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Rihanna in a Guo Pei gown at the 2015 Met Gala. (Photo: Getty)
The 2015 Met Gala featured a lot of Chinese-inspired designs, from gold dragons on Justin Bieber’s Balmain jacket to Kendall Jenner’s high-neck Calvin Klein gown — but when it came to actual Chinese designers from the Middle Kingdom, there were far fewer appearances, though we did see designs from Chinese American designers like Vera Wang.
For an exhibition and party meant to celebrate Chinese fashion and the impact that it’s had on the fashion industry, there was little actual output from China on the attendees. (Unless you count the Made in China tags.) Luckily for the legitimacy of the Met Gala, Rihanna actually did her homework — she stunned the red carpet in a gold fur cape and headpiece by Chinese couture designer Guo Pei, who designed the costumes for the 2008 Beijing Olympics. The couturier just released a 16-piece collaboration with MAC Cosmetics, but in spite of her recent success in Western media, she has always been the top designer in China, where all the most prominent socialites and actresses would go to for their ensembles. She recently told The Cut: “I don’t do this for profit. It is my responsibility to let the world know China’s tradition and past, and to give the splendor of China a new expression. I hope that people do know China in this way.”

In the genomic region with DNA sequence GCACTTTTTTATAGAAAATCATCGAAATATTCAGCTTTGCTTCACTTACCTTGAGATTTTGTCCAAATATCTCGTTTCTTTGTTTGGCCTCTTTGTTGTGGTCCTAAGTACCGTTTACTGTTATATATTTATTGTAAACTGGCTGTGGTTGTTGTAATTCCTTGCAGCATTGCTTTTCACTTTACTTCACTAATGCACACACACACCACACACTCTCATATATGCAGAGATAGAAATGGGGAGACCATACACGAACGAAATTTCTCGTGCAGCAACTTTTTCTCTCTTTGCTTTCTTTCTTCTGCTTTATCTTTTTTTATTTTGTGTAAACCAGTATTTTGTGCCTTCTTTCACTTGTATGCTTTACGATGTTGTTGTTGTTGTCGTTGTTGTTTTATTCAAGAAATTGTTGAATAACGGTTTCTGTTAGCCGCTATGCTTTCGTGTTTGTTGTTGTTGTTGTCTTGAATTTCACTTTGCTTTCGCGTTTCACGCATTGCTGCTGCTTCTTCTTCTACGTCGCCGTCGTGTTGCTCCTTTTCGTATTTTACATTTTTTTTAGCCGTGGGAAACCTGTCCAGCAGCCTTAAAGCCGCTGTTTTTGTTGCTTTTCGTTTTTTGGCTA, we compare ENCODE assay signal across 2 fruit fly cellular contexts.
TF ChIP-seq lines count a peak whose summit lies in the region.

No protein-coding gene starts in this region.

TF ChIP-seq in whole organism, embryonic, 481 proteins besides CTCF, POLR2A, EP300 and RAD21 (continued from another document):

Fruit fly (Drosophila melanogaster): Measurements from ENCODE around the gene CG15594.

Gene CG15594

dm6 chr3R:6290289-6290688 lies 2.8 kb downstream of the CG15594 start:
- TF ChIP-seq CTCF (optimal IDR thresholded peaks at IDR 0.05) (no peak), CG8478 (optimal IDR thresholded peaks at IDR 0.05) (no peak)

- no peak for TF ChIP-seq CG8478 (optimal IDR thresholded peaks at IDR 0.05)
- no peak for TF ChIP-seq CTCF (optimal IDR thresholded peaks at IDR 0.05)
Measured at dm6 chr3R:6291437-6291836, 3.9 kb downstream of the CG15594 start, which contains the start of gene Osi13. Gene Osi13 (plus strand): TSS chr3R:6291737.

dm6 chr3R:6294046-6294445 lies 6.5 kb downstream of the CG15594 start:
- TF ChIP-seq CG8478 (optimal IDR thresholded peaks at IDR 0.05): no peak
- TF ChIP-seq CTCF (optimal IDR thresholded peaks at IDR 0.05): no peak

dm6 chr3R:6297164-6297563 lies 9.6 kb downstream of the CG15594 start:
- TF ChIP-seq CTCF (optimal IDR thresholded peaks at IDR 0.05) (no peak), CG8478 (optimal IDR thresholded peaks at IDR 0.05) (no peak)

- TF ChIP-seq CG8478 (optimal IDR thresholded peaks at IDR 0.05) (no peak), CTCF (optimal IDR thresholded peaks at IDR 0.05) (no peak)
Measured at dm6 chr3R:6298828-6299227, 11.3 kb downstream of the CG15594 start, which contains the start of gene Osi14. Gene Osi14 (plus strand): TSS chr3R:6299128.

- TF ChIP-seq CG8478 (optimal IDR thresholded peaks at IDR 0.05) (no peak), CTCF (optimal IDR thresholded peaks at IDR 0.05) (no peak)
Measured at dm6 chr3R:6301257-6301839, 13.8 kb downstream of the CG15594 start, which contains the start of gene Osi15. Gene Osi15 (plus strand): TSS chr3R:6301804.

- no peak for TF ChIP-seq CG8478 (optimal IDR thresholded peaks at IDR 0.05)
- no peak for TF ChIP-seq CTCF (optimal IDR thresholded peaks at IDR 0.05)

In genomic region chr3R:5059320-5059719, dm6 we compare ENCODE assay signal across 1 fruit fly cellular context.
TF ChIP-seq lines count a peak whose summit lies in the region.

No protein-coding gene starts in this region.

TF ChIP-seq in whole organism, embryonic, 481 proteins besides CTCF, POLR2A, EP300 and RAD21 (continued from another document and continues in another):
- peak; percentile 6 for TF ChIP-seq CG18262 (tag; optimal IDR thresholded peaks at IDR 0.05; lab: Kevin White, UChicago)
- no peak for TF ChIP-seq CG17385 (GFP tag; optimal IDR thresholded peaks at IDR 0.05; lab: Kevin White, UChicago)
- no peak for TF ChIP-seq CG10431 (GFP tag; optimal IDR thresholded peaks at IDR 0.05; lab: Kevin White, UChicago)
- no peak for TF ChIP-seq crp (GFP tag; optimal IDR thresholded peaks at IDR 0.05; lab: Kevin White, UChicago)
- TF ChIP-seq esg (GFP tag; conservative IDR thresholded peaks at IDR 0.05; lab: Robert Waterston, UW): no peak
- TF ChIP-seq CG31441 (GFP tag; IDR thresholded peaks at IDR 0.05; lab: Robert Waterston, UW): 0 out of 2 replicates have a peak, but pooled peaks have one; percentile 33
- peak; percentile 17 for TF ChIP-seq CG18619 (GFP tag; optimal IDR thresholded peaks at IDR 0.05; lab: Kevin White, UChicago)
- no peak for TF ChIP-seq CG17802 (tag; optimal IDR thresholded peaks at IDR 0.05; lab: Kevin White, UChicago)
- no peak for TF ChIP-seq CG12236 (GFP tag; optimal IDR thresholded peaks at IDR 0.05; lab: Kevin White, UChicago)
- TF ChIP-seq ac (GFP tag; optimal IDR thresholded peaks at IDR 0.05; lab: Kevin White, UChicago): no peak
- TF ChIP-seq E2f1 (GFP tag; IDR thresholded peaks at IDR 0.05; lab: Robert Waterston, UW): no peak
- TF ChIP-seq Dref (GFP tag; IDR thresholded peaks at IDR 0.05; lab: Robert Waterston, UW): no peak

Her gold-embellished Beijing atelier, Rose Studio, which was established in 1997, is constantly bustling with clients coming in for fittings — usually, they’re Chinese locals, but this may all change after the Met Gala. 48-year-old Guo (the last name comes first in Chinese) challenges the old Paris haute couture guard with her fantastical dresses, such as a gown modeled after a porcelain vase. The silhouettes are always dramatic — but as with any gowns that take 50,000 hours to make, the details are subtle and well worth the many artisans on hand.
In Imperial China, only the emperor was allowed to wear yellow, and the Chinese word for emperor, Huangdi, actually means Yellow Emperor. Well played, RiRi. Yellow symbolized prestige, good luck, and a balance of yin and yang. In spite of this noble choice, a lot of people are taking to social media to make fun of the gown, possibly not knowing the significance of the color yellow:
Rihanna’s choice to wear Guo Pei at the most important fashion event of the year is not only a cheeky statement about her royal status in fashion and pop culture, but also a bold statement that the best and most significant designs don’t always come from Paris, Milan, London, or New York.